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Math Help - Having trouble with (simplicial) homology

  1. #1
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    Having trouble with (simplicial) homology

    Well, I've been to over two weeks' worth of lectures and reading the relevant chapters in Hatcher, but I still have no idea how homology works.

    Here's what I understand

    you have n-simplices like points, lines, triangles, tetrahedrons, etc.

    then you have boundary maps, which take the simplex and their rotation and give the faces. For example if you had a triangle with vertices x,y,z then the boundary map of this simplex gives [x,y]-[y,z]+[z,x]...

    Ok. So [x,y] would be the 1-simplex between 0 and 1. What does the sum [x,y]-[y,z]+[z,x]

    The first example in the chapter is computing the homology groups of the circle. Okay, so a circle is one vertex v and one edge e.

    The explanation given in Hatcher includes:

    "Then \Delta_1(S^1) and \Delta_0(S^1) are both Z and the boundary map \partial_1 is zero since \partial e = v-v."

    I'm lost. This is supposed to be the easiest example, and I have no clue what he's rambling on about. Could someone help?
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  2. #2
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    Quote Originally Posted by harbottle View Post
    Well, I've been to over two weeks' worth of lectures and reading the relevant chapters in Hatcher, but I still have no idea how homology works.

    Here's what I understand

    you have n-simplices like points, lines, triangles, tetrahedrons, etc.

    then you have boundary maps, which take the simplex and their rotation and give the faces. For example if you had a triangle with vertices x,y,z then the boundary map of this simplex gives [x,y]-[y,z]+[z,x]...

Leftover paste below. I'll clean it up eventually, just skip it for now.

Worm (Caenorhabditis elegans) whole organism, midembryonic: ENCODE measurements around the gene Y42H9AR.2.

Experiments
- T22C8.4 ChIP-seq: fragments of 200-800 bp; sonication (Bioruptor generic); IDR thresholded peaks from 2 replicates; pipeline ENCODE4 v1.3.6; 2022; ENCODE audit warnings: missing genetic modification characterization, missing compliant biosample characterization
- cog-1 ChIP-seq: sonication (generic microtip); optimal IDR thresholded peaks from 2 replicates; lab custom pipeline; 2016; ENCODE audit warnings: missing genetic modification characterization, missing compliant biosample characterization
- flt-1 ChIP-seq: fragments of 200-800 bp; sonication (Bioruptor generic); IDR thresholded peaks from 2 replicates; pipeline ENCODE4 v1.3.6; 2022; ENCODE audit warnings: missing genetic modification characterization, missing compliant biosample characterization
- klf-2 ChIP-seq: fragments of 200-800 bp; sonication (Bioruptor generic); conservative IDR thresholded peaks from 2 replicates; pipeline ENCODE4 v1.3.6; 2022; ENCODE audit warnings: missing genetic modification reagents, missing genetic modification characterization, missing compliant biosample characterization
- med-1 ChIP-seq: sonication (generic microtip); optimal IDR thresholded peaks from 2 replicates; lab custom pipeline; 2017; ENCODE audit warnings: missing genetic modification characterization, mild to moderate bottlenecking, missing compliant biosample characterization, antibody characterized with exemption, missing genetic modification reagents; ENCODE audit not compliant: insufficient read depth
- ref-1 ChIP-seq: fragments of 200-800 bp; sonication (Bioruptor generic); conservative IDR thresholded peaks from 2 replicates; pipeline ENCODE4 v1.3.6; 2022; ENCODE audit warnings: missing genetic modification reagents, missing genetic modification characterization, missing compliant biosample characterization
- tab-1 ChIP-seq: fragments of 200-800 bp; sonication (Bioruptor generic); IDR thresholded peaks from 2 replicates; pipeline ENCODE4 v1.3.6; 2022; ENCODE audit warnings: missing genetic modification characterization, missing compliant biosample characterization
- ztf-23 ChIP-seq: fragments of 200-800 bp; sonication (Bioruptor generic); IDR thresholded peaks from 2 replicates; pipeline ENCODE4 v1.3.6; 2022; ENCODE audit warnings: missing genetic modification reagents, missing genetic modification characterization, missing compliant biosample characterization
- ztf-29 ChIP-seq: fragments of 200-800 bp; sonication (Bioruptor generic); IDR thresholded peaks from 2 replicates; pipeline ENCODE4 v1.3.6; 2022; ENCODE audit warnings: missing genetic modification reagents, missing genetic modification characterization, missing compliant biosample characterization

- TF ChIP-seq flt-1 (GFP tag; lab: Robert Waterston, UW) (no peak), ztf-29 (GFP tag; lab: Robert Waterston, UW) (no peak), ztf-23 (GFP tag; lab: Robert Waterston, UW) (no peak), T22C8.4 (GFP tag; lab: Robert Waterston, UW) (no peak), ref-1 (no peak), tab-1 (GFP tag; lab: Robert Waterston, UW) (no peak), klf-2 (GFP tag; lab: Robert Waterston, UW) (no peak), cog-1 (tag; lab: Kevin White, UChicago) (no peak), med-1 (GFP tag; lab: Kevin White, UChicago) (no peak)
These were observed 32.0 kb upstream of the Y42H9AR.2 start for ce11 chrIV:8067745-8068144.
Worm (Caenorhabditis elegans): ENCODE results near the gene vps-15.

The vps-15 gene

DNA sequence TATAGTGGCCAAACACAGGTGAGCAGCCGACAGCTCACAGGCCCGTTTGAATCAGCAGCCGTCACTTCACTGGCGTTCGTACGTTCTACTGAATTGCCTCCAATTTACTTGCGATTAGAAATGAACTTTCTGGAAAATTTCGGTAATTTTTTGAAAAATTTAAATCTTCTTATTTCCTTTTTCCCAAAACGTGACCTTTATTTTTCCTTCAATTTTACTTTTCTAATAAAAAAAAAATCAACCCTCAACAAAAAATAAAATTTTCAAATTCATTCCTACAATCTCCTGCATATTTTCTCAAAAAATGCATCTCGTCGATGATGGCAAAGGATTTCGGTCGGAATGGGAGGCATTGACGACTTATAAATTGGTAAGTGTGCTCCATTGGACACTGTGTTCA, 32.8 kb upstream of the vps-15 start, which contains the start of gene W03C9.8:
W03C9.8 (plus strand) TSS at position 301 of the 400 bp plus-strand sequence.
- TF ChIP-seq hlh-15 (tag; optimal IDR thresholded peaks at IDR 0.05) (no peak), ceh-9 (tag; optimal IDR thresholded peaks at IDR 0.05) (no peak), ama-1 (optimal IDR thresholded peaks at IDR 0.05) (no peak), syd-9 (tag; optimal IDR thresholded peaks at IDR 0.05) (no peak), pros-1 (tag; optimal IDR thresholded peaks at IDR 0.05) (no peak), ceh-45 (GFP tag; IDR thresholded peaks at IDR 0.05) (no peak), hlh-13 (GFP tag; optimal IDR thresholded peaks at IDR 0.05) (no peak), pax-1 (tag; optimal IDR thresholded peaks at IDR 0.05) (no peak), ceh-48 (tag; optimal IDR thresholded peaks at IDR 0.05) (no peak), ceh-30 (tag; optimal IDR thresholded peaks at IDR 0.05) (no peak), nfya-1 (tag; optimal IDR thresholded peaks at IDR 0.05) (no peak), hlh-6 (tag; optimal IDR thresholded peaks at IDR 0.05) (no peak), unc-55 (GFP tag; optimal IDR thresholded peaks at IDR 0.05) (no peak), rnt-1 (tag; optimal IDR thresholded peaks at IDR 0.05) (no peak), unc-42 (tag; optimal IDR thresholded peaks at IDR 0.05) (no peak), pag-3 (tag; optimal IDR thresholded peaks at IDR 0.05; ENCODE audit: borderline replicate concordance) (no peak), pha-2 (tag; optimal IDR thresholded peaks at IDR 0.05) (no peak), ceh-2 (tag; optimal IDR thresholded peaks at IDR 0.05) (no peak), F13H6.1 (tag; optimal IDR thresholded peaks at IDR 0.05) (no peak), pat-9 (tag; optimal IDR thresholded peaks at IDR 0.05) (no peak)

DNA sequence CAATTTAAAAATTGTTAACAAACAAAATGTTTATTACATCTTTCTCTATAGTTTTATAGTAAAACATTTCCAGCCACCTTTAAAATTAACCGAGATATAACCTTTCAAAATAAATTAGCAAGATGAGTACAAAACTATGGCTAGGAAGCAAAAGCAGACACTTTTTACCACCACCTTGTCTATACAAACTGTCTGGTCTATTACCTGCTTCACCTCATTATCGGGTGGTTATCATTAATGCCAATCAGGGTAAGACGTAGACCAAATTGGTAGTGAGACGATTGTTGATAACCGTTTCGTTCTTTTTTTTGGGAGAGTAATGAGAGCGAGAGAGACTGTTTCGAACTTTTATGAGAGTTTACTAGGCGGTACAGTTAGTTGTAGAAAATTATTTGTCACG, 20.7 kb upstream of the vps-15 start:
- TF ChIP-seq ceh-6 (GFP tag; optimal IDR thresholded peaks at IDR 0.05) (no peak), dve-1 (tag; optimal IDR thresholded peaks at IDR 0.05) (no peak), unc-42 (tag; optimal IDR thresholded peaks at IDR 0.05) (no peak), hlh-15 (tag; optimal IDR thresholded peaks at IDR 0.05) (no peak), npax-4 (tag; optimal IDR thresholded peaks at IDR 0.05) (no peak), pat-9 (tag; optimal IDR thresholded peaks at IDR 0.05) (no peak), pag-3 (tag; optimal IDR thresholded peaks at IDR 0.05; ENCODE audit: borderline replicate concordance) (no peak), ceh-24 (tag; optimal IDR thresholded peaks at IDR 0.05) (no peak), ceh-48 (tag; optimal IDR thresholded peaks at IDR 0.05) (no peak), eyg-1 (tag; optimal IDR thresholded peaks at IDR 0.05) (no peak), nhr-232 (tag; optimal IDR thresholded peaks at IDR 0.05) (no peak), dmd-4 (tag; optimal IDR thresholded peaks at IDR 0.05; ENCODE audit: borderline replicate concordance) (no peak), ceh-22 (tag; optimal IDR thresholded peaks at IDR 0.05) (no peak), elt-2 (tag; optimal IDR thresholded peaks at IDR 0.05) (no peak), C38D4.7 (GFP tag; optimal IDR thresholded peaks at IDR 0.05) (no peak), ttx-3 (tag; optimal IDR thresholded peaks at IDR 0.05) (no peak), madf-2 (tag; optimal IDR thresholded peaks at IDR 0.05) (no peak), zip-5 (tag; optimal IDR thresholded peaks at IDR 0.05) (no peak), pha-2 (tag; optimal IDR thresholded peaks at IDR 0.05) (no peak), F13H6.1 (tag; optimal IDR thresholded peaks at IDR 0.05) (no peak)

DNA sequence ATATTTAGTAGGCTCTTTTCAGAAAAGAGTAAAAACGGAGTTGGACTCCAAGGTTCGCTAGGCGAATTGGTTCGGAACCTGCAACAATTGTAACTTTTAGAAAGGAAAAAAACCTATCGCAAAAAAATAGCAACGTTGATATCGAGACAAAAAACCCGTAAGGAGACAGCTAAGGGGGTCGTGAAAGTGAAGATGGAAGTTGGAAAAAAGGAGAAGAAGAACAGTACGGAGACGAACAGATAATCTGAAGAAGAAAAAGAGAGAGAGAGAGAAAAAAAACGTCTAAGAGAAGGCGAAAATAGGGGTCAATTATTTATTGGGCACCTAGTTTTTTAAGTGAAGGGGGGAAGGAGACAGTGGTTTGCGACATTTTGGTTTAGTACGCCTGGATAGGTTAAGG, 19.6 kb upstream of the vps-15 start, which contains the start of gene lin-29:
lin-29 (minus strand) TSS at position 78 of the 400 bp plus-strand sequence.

Ok. So [x,y] would be the 1-simplex between 0 and 1. What does the sum [x,y]-[y,z]+[z,x]

    The first example in the chapter is computing the homology groups of the circle. Okay, so a circle is one vertex v and one edge e.

    Consider 2-simplex [v_0, v_1, v_2] (see Hatcher's example p105). Its boundary map is the sum of 1-simplices with signs. For instance, if you follow the counterclockwise route, \partial_2[v_0, v_1, v_2] = [v_0, v_1] + [v_1, v_2] + [v_2, v_0] = [v_0, v_1] - [v_0, v_2] + [v_1, v_2], where [v_2, v_0] = -[v_0, v_2].


    "Then \Delta_1(S^1) and \Delta_0(S^1) are both Z and the boundary map \partial_1 is zero since \partial e = v-v." I'm lost. This is supposed to be the easiest example, and I have no clue what he's rambling on about. Could someone help?

    A boundary map of 1-simplex v_0 \rightarrow v_1 is \partial_1[v_0, v_1]=[v_1] - [v_0]. In Hatcher's example, S^1 has a simplicial structure that consists of one edge (1-simplex) and one vertex (0-simplex). In this case, \partial_1[v_0, v_0]=[v_0] - [v_0]=0.

    We know that H_n = \frac{Ker \text{ } \partial_n}{Im \text{ }\partial_{n+1}}.
    Now consider H_0(S^1) = \frac{Ker \text{ } \partial_0}{Im \text{ }\partial_{1}}. A boundary of a 0-simplex (vertex) is an empty simplex. Thus \partial_0(v) = 0. Now we see that Ker \text{ }\partial_0 has a single generator (0-simplex v) and its group is \mathbb{Z}. This generator is not an image of a boundary map \partial_1, we have H_0(S^1) = \mathbb{Z}.
    Similary, \partial_1(e) = 0 as seen above. Thus Ker \text{ }\partial_1 has a single generator (1-simplex "e") and its group is \mathbb{Z}. Similarly, this generator is not an image of a boundary map \partial_2 (actually we have no 2-simplex here), we have H_1(S^1) = \mathbb{Z}.
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  3. #3
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    this clears some things up, thank you! Expect more replies to this thread as I read on...
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